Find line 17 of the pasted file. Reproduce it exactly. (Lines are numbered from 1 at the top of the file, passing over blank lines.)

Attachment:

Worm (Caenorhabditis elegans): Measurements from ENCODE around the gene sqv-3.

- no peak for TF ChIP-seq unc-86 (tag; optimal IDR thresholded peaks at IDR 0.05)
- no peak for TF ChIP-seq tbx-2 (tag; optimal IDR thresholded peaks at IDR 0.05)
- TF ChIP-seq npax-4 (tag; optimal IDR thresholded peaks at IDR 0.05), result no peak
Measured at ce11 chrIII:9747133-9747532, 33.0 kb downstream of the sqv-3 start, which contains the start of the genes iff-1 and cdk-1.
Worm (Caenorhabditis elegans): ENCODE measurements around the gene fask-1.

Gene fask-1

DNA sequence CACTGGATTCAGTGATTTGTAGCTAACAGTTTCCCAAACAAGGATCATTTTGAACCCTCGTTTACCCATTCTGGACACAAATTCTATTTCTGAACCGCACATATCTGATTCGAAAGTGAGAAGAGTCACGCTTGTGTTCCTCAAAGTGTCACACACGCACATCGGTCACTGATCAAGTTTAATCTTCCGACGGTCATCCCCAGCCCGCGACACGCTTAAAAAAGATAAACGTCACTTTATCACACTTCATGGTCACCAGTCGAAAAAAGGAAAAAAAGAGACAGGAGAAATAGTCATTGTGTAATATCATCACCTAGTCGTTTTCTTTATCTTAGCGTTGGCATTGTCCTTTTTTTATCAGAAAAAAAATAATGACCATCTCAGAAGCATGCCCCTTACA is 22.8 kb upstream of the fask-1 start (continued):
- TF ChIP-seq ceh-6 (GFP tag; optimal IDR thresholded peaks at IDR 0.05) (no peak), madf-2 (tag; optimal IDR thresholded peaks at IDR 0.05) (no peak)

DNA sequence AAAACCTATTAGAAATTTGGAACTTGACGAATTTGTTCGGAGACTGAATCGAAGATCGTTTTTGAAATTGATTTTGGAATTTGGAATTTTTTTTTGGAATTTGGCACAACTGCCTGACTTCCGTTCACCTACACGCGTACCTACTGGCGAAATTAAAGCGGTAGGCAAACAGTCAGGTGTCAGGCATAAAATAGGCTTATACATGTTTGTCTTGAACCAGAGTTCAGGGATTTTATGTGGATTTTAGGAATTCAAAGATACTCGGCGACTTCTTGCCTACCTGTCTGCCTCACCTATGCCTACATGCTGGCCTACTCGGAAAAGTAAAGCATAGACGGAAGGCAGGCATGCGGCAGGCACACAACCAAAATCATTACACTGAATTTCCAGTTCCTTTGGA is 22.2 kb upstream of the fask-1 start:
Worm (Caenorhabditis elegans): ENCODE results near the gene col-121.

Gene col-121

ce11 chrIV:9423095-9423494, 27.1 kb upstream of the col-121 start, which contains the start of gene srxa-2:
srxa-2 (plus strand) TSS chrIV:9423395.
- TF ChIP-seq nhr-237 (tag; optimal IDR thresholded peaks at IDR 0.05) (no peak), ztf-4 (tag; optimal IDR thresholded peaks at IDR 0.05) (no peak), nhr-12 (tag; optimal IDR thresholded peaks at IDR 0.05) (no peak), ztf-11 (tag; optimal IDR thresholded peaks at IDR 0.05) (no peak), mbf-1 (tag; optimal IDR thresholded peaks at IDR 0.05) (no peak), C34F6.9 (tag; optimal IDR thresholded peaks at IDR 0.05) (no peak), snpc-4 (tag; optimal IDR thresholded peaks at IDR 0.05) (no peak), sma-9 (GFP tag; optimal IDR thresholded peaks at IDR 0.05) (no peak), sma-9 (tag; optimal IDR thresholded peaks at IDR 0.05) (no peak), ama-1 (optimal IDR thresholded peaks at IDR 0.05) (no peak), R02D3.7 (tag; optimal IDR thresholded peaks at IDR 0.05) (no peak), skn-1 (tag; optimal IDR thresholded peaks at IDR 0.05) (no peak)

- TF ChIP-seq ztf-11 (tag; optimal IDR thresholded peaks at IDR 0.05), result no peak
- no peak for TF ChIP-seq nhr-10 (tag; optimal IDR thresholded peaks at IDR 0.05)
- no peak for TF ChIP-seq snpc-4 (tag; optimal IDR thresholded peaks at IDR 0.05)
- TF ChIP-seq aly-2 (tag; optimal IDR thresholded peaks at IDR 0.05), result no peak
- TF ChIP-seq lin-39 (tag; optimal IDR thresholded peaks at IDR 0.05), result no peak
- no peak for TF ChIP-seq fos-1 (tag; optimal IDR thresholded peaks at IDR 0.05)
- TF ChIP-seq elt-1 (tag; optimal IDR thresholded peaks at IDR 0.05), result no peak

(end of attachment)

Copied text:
- no peak for TF ChIP-seq nhr-10 (tag; optimal IDR thresholded peaks at IDR 0.05)